On this Father’s Day weekend, when lots of men are the recipients of ties, favorite meals or golf outings, I’m wondering about the opposite. What is it that women want most from a man, whether he’s father, husband or friend? It’s a gift they never actually put into words and ask for, but it’s one they deeply desire.
I found the answer to my question in a song from the 1965 Broadway musical, “Man of La Mancha.”
It’s the tale of Don Quixote, a Spanish knight errant thought to be mad because of his naïve idealism, who falls in love with a wanton serving wench named Aldonza. He recognizes her inner beauty and believes her to be the lady Dulcinea, to whom he swears eternal love and loyalty. Aldonza scoffs and tells him to see her as she really is—and to stop calling her “Dulcinea.”
But Quixote persists. He does, in fact, see her as she really is. But it’s not in the disdainful way that she sees herself.
“I see heaven when I see thee, Dulcinea,” he sings, and continues:
Dulcinea . . . Dulcinea . . .
I have sought thee, sung thee,
Dreamed thee, Dulcinea!
Now I've found thee,
And the world shall know thy glory,
As the story unfolds, Aldonza comes to accept the real woman that Quixote sees in her, and she can no longer bear to think of herself as anyone but—Dulcinea.
Psychologist Mollie Marti updates the idea: “Let others see their own greatness when looking in your eyes.”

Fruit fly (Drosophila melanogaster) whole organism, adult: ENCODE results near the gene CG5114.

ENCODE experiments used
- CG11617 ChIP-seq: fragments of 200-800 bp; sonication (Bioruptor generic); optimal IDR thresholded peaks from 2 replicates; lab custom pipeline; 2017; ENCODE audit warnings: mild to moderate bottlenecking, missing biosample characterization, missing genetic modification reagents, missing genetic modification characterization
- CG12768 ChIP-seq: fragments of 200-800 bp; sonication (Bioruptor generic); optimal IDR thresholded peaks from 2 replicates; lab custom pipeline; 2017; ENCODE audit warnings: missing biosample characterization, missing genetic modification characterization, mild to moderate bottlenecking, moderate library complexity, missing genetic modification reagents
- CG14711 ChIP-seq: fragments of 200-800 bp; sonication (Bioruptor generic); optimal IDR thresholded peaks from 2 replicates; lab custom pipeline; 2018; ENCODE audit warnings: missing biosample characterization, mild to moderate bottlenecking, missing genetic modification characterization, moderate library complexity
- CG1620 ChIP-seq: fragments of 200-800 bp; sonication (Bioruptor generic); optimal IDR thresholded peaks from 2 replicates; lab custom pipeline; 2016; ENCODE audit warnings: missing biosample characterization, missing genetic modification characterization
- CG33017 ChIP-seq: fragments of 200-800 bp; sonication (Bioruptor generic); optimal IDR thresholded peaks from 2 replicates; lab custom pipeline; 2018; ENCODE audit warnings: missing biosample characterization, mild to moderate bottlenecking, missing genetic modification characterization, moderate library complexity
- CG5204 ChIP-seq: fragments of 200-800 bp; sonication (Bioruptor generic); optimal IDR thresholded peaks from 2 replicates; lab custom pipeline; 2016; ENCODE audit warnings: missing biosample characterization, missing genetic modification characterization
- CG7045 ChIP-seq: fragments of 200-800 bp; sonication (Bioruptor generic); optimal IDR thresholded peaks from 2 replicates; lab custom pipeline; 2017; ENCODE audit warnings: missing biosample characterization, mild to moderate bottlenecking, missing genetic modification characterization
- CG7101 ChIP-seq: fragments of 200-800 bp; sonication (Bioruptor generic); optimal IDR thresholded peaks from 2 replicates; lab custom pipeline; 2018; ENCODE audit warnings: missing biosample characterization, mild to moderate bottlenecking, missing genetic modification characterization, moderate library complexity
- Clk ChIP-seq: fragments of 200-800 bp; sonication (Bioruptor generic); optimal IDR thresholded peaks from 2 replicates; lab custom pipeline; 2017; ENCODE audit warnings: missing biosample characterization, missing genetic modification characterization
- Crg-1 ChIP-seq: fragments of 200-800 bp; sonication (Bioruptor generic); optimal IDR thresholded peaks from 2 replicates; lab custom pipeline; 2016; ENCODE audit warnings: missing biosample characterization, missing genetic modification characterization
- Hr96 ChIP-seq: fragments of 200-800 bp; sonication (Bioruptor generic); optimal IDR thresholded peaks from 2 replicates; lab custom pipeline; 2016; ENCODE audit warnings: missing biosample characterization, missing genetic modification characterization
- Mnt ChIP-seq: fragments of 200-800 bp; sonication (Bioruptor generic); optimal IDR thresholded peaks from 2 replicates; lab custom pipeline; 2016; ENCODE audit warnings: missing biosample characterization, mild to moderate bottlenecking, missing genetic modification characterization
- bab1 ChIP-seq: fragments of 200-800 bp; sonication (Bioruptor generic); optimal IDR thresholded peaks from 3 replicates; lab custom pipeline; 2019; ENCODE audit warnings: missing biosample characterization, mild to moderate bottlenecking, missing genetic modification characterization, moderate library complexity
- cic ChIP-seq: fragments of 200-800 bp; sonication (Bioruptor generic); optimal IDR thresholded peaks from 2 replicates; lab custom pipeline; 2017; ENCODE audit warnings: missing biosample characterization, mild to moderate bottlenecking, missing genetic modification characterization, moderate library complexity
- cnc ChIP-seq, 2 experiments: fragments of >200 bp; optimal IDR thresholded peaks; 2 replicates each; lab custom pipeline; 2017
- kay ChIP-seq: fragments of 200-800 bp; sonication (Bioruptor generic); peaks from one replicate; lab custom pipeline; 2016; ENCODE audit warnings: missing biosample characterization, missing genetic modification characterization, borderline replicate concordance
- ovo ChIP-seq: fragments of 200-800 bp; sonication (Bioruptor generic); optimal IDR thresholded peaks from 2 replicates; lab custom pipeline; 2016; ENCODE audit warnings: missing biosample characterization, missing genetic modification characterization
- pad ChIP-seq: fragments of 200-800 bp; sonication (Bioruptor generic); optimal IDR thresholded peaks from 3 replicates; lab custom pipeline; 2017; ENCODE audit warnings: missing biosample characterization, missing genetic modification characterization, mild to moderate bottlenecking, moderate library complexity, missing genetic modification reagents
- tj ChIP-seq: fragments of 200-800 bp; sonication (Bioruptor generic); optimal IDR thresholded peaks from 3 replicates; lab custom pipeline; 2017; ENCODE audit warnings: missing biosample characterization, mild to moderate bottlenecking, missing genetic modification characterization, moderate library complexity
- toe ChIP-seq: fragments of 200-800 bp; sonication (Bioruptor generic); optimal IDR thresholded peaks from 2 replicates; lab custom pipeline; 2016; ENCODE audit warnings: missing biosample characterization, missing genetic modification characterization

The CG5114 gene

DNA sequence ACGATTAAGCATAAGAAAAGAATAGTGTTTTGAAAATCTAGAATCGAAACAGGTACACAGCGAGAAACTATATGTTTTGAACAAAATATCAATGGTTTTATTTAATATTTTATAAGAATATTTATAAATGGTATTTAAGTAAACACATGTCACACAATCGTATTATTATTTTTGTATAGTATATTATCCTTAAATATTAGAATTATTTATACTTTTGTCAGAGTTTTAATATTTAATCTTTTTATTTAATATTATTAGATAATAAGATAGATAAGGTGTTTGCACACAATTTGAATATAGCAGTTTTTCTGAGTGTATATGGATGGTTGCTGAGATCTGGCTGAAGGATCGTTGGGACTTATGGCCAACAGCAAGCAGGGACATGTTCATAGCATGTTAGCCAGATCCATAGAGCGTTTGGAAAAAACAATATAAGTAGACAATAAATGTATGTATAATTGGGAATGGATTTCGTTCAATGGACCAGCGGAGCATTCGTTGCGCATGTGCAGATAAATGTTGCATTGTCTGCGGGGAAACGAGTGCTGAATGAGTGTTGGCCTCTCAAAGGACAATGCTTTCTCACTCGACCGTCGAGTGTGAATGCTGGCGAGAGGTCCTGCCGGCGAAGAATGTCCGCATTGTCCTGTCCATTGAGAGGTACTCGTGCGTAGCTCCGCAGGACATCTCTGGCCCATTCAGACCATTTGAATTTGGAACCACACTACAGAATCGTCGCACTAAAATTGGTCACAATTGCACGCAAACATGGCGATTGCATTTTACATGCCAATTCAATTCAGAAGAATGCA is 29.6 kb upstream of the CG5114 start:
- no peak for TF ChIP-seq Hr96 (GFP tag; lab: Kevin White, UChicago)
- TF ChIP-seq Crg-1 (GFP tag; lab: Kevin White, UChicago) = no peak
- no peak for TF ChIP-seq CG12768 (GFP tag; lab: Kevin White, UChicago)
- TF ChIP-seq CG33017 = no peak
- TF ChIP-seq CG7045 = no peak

To have this kind of effect on others, however, requires first that you are comfortable and confident in yourself. “The privilege of a lifetime is to become who you truly are,” as Jung put it.
In other words, to be authentic. To be real. To be able to say, along with Quixote, “I am I.”
But it’s not always easy.
“Real isn't how you are made,” Margery Williams has the Skin Horse say in her classic children’s story, The Velveteen Rabbit.
“It's a thing that happens to you. When a child loves you for a long, long time, not just to play with, but REALLY loves you, then you become Real.”
“Does it hurt?” asked the Rabbit.
“Sometimes,” said the Skin Horse, for he was always truthful. “When you are Real you don't mind being hurt.”
New Zealand writer Sue Fitzmaurice says a man is authentic when he’s:
- Free from hypocrisy
- Unafraid to reveal his vulnerabilities
- Confident to walk away from situations where he can't be himself
- Awake to his own feelings
- Free from the opinions of others
- Accepting and loving of himself
These are the qualities of a man of gentleness, the makings of emotional maturity—what women tell me they want most in a man.
For example, songwriter and poet Charlotte Eriksson:
Some people make you want to be a better person, and that, for me, is the purest form of love.
And that, for me, is my idea of a Father’s Day gift for women.
In my next blog, “Bosom of Love”
Read my newest book, Fat Guy in a Fat Boat, in print or Kindle from Amazon: http://www.amazon.com/Fat-Guy-Boat-Peter-Yaremko/dp/0990905012/
Also available is my e-book, A Light from Within, about the small moments of our lives that seem commonplace until they are examined under a creative lens.
- Amazon (Kindle): http://www.amazon.com/dp/B00R3SF200
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